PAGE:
Nate Trunfio: All right, man. Well we're going to spend a lot of time focusing on new construction, but I don't want to overlook what I know is one of your starts in real estate on the single family side. So can you just walk us through how you went about buying a lot of assets and your business strategy and the evolution of getting up to portfolios of over 1000 homes?

Oren Segev: Yeah, around 2012, 13, I moved to Florida. I moved my family to Florida because I thought there was a huge opportunity here to really get properties because of the amount of distress Florida I had in 2012,'13, I had the fortune to really build a great team where we looked for creative ways to acquire properties from different distress situations. We participate in foreclosure auctions, short sales, HOA foreclosures, tax deeds, and whatever path we could to really get properties below market values. So in between 2013 to 2017 18, we acquired about 1000 single family homes where the main target was to purchase, renovate and keep them for rent.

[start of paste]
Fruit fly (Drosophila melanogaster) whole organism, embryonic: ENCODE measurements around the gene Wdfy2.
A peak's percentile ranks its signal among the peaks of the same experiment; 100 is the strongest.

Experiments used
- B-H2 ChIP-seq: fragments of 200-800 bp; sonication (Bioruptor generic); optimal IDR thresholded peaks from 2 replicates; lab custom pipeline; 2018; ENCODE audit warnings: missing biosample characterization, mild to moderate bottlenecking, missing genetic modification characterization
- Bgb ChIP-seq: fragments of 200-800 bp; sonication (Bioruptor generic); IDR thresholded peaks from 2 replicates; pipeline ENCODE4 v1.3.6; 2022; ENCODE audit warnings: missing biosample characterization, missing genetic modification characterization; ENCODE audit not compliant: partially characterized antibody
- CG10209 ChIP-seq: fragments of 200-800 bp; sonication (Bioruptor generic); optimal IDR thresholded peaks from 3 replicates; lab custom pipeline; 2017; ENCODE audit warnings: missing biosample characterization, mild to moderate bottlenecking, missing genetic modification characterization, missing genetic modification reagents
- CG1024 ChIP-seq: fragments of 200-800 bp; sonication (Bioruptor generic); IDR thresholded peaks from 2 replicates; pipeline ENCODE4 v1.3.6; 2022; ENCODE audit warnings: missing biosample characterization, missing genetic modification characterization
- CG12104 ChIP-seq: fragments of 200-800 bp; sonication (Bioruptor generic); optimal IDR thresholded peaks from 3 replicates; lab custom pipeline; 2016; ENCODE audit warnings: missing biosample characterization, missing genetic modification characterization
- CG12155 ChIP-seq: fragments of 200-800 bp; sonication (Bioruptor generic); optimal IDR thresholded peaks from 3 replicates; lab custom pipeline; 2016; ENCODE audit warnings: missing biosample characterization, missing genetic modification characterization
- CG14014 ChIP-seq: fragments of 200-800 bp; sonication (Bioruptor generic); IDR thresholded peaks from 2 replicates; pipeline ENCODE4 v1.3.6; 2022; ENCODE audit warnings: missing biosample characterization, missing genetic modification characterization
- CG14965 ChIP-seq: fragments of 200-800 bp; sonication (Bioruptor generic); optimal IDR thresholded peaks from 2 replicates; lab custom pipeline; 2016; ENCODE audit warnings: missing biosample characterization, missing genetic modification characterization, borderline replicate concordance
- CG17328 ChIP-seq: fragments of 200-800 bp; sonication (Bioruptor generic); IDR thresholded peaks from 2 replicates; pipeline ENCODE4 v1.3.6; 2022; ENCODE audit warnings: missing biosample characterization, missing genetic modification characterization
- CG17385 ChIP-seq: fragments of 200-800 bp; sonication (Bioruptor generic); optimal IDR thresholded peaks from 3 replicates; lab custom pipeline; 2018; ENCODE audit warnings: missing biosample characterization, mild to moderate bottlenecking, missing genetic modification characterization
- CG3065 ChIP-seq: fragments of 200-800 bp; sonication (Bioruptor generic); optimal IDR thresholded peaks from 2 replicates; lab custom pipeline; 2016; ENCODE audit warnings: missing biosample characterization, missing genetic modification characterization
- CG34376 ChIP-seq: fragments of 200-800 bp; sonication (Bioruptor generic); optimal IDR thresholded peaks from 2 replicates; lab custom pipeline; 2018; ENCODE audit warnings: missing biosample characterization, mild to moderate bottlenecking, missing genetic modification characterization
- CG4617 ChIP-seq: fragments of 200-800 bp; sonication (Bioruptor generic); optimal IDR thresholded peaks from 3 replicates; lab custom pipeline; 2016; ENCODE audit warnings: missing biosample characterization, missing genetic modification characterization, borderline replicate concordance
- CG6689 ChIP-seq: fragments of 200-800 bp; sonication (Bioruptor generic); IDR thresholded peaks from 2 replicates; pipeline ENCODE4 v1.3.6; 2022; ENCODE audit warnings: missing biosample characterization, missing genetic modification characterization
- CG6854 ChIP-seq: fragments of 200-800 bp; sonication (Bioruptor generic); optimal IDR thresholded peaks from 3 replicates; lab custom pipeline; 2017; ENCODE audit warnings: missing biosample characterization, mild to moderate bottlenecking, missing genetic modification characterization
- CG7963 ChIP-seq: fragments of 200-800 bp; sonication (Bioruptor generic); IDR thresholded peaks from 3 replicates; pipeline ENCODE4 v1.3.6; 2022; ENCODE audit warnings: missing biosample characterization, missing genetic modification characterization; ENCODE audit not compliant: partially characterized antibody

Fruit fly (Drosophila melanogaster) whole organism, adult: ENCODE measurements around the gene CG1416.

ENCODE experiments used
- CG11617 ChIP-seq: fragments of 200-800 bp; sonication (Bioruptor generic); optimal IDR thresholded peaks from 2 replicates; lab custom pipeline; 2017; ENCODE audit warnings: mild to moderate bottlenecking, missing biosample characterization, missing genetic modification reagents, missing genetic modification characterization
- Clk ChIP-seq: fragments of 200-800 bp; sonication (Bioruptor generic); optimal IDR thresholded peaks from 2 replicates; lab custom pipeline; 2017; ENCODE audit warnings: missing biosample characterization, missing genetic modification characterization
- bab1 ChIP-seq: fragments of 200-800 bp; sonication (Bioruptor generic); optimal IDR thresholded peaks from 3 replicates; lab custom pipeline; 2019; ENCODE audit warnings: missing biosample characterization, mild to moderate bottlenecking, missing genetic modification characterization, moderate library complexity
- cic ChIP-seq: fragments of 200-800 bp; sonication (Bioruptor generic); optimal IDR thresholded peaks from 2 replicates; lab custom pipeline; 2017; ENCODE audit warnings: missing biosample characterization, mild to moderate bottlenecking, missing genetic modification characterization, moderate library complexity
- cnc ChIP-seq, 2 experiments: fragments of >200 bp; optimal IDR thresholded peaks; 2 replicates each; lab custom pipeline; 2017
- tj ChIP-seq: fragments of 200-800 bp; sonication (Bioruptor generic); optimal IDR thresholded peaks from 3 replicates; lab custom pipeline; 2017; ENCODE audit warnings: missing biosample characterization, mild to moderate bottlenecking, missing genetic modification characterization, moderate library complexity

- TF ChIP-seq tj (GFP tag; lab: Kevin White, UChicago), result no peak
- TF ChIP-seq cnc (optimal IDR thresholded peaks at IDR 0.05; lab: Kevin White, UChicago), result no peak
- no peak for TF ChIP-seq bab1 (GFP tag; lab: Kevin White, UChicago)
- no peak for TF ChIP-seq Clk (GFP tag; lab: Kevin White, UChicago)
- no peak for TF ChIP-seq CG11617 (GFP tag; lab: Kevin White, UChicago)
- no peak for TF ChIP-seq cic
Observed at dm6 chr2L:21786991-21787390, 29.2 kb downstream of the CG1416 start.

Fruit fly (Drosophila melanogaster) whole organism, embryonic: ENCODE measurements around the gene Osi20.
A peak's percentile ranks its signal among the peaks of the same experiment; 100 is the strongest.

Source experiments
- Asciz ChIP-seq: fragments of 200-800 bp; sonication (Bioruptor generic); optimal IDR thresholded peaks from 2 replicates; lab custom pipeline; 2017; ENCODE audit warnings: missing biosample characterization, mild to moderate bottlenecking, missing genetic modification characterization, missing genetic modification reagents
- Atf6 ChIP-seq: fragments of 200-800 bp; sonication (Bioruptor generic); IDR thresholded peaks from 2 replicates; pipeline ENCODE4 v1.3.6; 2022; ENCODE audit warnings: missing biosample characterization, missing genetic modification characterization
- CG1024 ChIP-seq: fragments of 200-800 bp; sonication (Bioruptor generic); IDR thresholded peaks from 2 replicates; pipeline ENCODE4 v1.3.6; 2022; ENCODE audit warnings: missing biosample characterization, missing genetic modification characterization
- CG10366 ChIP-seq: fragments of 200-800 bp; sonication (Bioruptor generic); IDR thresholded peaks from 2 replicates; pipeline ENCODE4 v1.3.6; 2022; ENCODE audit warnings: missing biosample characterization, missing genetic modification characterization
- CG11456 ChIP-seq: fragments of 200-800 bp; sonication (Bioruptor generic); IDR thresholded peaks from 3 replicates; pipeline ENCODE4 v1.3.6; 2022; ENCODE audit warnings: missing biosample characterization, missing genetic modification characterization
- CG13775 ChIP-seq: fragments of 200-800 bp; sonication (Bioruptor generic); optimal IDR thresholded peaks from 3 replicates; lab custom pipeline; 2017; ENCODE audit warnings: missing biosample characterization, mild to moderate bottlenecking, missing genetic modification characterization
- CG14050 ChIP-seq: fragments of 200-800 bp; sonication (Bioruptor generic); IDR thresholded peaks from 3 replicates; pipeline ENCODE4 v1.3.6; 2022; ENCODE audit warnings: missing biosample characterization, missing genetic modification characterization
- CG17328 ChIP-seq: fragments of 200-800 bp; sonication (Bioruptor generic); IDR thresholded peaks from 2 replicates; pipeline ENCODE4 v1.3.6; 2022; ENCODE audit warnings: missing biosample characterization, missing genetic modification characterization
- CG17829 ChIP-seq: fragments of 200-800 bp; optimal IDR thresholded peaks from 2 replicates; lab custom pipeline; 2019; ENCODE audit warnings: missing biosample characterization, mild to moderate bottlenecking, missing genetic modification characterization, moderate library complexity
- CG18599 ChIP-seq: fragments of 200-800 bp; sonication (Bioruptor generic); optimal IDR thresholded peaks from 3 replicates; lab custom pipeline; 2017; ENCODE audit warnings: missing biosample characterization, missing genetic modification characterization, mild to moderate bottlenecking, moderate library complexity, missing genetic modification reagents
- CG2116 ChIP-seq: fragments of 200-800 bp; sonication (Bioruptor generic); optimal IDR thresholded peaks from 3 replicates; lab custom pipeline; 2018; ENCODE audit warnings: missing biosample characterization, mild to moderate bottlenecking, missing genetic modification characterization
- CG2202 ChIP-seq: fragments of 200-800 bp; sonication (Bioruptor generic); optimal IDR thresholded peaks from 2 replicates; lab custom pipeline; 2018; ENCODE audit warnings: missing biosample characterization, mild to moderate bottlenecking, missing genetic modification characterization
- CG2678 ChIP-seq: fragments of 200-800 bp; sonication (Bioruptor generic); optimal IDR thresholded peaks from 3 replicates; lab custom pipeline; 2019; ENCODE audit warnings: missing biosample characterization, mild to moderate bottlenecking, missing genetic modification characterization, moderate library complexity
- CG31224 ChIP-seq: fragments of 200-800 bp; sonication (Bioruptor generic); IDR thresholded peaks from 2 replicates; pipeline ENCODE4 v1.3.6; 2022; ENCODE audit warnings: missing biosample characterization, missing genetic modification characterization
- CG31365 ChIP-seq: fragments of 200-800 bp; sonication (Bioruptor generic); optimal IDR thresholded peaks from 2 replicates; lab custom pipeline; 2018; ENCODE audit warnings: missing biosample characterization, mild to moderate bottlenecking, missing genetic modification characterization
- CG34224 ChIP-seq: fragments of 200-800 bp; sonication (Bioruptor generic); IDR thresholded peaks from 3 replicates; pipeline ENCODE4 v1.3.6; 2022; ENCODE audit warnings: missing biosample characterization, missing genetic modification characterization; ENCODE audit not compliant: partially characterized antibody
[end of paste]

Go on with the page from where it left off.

Nate Trunfio: Sounds easy when you say it fast, but building up 1000 homes, there's a lot of things that evolve over that time. Was it truly a snowball effect that it just built up to that or were you really just coming out of the gates full steam ahead? Talk a little bit about the ramp curve.